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Samsung wins over Apple in Japanese patent case

Samsung wins over Apple in Japanese patent case
A Tokyo court has ruled that Samsung Electronics' smartphones and tablets didn’t infringe an Apple invention for synchronizing music and video data with servers.

­“It’s hard to believe the products belong to the range of technologies of the claimant,” Tokyo District Judge Tamotsu Shoji announced in dismissing Apple’s case. The judge also ordered Apple to pay the costs of the lawsuit.

The court ruling pushed Samsung shares up 0.7% on the Korean floor. "We welcome the court's decision, which confirmed our long-held position that our products do not infringe Apple's intellectual property," Samsung said in a statement. Meanwhile a representative of Apple in Japan didn’t comment the verdict.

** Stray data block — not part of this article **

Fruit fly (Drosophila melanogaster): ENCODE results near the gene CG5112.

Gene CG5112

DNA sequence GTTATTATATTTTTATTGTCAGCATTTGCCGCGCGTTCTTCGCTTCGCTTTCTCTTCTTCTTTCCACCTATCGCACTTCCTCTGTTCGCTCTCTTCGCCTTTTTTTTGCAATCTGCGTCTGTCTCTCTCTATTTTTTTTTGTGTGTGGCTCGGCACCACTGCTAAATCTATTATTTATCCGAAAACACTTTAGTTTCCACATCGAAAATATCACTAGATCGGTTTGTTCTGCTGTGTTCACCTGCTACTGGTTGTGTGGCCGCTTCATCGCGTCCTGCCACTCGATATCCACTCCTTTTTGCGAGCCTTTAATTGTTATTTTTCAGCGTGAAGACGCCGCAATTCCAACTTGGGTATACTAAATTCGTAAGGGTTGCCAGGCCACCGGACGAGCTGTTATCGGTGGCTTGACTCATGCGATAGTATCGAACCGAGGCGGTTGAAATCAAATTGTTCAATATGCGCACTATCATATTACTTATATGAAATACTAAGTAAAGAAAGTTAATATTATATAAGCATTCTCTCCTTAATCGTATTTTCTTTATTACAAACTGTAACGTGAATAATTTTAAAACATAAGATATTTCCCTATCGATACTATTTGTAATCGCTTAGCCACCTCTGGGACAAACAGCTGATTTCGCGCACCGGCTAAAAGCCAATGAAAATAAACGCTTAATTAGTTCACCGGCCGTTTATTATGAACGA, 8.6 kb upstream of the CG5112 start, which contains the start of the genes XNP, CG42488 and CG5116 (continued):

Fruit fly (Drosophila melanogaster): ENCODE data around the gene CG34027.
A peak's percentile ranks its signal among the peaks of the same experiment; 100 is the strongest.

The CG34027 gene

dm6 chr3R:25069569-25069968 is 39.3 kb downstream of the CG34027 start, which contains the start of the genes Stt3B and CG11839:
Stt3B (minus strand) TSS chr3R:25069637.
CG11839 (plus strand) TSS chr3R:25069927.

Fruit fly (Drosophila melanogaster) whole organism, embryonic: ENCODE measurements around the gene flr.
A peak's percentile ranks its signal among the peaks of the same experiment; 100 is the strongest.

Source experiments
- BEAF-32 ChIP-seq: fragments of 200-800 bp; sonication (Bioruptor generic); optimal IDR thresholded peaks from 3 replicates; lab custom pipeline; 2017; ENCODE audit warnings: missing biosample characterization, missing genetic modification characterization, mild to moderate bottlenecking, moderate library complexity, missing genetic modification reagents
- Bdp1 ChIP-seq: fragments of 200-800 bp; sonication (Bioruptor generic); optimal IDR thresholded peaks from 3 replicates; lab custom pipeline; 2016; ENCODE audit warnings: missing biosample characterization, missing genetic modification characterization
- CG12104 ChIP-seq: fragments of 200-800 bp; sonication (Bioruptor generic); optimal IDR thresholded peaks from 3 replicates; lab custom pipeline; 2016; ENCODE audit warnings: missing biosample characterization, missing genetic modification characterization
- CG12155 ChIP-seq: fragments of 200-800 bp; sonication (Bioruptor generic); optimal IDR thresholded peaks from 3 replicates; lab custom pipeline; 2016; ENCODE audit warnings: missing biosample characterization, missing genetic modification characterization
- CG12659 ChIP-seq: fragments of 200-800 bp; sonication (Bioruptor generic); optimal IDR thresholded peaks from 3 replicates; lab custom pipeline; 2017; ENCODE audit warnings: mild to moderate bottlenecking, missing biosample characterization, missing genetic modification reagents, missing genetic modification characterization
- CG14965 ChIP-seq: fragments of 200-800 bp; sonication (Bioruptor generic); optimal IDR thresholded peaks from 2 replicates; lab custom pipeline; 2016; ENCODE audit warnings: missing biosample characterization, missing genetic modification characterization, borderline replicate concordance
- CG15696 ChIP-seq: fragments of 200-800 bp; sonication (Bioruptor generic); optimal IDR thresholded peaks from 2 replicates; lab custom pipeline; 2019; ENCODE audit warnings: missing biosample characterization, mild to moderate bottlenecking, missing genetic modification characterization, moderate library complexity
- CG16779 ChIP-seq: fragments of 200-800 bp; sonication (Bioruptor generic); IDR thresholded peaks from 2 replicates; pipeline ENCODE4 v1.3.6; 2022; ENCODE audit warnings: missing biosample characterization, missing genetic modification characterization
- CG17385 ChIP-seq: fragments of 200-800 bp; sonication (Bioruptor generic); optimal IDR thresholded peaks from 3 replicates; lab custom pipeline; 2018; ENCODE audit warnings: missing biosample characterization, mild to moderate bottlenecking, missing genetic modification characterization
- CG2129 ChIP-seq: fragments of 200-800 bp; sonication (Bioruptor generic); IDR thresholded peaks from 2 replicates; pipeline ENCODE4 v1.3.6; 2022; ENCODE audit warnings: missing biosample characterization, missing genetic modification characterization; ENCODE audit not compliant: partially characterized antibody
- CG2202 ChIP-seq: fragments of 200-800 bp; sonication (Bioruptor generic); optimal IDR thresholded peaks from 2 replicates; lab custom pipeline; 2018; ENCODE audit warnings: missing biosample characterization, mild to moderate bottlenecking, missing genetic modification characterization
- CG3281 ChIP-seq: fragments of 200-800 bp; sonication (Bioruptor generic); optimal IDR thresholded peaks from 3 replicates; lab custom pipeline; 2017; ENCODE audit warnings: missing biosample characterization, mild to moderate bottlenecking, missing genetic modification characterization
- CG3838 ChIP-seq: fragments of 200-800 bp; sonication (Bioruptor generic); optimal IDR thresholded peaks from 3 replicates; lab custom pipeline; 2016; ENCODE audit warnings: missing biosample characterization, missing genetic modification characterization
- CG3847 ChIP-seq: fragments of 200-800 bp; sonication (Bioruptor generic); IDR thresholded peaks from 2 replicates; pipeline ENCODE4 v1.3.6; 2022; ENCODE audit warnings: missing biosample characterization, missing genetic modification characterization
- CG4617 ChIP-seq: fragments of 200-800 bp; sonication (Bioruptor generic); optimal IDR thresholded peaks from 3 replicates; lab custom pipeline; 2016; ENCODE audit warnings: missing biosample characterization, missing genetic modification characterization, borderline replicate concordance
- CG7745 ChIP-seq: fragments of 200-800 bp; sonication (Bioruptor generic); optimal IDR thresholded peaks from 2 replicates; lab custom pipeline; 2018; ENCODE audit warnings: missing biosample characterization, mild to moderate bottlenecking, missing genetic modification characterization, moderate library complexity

The Japanese ruling awarded Samsung with a victory after a separate case in a US court found last week that Samsung violated a number of Apple’s patents. The jury in California awarded Apple about $1 billion in damages. Since Samsung’s infringement was also deduced to have been “wilful”, the damages could be tripled. Apple seeks to ban US sales of eight Samsung Electronics mobile devices, and an injunction hearing has been set for September 20.

Last week a South Korean court fined both Apple and Samsung for infringement of each others patents, but decided that Samsung did not violate Apple’s design. The court imposed a limited ban on sales of the infringing products in South Korea.

In a development in another of Apple's patent battles, this time with Google, Google Inc CEO Larry Page and Apple CEO Tim Cook have been reportedly conducting behind-the-scenes talks about a range of intellectual property issues. According to Reuters, Page and Cook are expected to talk again in the coming weeks amid ongoing legal disputes between Apple and Samsung, which uses Google software.